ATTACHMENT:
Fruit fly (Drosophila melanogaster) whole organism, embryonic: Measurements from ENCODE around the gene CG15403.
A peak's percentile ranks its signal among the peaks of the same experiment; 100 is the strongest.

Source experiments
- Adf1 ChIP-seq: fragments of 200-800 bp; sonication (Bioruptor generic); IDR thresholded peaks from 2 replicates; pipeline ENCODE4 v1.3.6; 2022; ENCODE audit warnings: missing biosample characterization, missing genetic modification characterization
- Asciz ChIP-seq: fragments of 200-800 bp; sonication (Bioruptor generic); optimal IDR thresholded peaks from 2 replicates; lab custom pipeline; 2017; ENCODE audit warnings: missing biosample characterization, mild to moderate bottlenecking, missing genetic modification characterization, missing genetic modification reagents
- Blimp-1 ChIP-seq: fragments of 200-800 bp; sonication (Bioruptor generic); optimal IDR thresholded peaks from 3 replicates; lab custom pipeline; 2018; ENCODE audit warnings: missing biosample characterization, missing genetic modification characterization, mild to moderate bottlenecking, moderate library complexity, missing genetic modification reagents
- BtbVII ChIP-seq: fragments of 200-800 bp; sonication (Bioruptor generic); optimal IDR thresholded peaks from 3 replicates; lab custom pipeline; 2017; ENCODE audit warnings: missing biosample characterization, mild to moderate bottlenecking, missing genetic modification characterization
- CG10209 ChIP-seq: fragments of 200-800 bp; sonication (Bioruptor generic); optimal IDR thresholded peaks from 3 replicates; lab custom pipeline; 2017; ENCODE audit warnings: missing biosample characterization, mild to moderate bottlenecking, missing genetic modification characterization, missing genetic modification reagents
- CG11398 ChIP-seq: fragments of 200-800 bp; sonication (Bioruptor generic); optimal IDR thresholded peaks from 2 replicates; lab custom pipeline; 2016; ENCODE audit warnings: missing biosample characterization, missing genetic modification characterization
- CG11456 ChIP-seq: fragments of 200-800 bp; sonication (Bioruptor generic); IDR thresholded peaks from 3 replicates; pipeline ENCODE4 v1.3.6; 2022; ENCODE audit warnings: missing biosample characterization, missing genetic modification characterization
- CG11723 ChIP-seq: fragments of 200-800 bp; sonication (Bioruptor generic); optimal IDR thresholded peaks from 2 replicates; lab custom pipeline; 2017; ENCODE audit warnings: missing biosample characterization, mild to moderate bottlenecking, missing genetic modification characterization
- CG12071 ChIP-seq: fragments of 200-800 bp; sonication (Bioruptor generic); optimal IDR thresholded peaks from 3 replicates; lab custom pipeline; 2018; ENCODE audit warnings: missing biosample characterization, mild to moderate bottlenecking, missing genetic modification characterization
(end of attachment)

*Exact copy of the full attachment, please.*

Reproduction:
Fruit fly (Drosophila melanogaster) whole organism, embryonic: Measurements from ENCODE around the gene CG15403.
A peak's percentile ranks its signal among the peaks of the same experiment; 100 is the strongest.

Source experiments
- Adf1 ChIP-seq: fragments of 200-800 bp; sonication (Bioruptor generic); IDR thresholded peaks from 2 replicates; pipeline ENCODE4 v1.3.6; 2022; ENCODE audit warnings: missing biosample characterization, missing genetic modification characterization
- Asciz ChIP-seq: fragments of 200-800 bp; sonication (Bioruptor generic); optimal IDR thresholded peaks from 2 replicates; lab custom pipeline; 2017; ENCODE audit warnings: missing biosample characterization, mild to moderate bottlenecking, missing genetic modification characterization, missing genetic modification reagents
- Blimp-1 ChIP-seq: fragments of 200-800 bp; sonication (Bioruptor generic); optimal IDR thresholded peaks from 3 replicates; lab custom pipeline; 2018; ENCODE audit warnings: missing biosample characterization, missing genetic modification characterization, mild to moderate bottlenecking, moderate library complexity, missing genetic modification reagents
- BtbVII ChIP-seq: fragments of 200-800 bp; sonication (Bioruptor generic); optimal IDR thresholded peaks from 3 replicates; lab custom pipeline; 2017; ENCODE audit warnings: missing biosample characterization, mild to moderate bottlenecking, missing genetic modification characterization
- CG10209 ChIP-seq: fragments of 200-800 bp; sonication (Bioruptor generic); optimal IDR thresholded peaks from 3 replicates; lab custom pipeline; 2017; ENCODE audit warnings: missing biosample characterization, mild to moderate bottlenecking, missing genetic modification characterization, missing genetic modification reagents
- CG11398 ChIP-seq: fragments of 200-800 bp; sonication (Bioruptor generic); optimal IDR thresholded peaks from 2 replicates; lab custom pipeline; 2016; ENCODE audit warnings: missing biosample characterization, missing genetic modification characterization
- CG11456 ChIP-seq: fragments of 200-800 bp; sonication (Bioruptor generic); IDR thresholded peaks from 3 replicates; pipeline ENCODE4 v1.3.6; 2022; ENCODE audit warnings: missing biosample characterization, missing genetic modification characterization
- CG11723 ChIP-seq: fragments of 200-800 bp; sonication (Bioruptor generic); optimal IDR thresholded peaks from 2 replicates; lab custom pipeline; 2017; ENCODE audit warnings: missing biosample characterization, mild to moderate bottlenecking, missing genetic modification characterization
- CG12071 ChIP-seq: fragments of 200-800 bp; sonication (Bioruptor generic); optimal IDR thresholded peaks from 3 replicates; lab custom pipeline; 2018; ENCODE audit warnings: missing biosample characterization, mild to moderate bottlenecking, missing genetic modification characterization